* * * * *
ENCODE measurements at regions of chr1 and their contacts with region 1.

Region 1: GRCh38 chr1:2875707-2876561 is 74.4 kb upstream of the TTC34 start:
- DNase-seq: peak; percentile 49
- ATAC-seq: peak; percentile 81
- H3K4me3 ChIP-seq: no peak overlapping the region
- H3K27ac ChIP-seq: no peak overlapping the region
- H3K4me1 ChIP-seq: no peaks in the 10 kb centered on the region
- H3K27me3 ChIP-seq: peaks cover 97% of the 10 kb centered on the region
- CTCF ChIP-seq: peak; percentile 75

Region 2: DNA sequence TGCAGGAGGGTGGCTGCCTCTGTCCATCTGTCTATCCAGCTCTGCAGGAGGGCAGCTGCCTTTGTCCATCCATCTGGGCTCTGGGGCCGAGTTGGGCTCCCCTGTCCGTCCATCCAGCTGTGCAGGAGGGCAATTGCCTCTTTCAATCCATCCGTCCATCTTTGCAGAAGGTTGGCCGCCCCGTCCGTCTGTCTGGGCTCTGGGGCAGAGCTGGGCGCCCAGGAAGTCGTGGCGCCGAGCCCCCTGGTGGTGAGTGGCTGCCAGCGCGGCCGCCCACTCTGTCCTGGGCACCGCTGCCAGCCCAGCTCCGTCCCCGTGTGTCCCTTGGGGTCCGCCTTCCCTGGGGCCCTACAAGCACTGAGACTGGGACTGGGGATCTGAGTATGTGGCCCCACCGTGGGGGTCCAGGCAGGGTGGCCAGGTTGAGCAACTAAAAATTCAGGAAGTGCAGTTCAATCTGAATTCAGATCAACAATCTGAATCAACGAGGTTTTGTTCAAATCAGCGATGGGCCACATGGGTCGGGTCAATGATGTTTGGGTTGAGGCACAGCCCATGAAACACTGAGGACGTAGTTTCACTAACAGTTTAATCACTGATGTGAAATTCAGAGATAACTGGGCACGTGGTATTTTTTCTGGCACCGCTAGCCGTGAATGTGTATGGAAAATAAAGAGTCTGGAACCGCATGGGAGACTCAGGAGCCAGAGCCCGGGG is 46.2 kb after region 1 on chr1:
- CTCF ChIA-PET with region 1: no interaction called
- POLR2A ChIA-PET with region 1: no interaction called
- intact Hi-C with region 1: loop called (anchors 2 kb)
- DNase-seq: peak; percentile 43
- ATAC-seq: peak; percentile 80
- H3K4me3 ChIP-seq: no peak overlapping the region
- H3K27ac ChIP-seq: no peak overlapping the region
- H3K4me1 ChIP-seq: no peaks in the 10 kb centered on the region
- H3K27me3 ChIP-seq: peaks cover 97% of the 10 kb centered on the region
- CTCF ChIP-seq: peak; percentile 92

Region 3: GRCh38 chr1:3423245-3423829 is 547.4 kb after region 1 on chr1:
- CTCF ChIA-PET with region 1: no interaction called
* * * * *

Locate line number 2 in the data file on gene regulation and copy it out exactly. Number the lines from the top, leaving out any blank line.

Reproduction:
Region 1: GRCh38 chr1:2875707-2876561 is 74.4 kb upstream of the TTC34 start: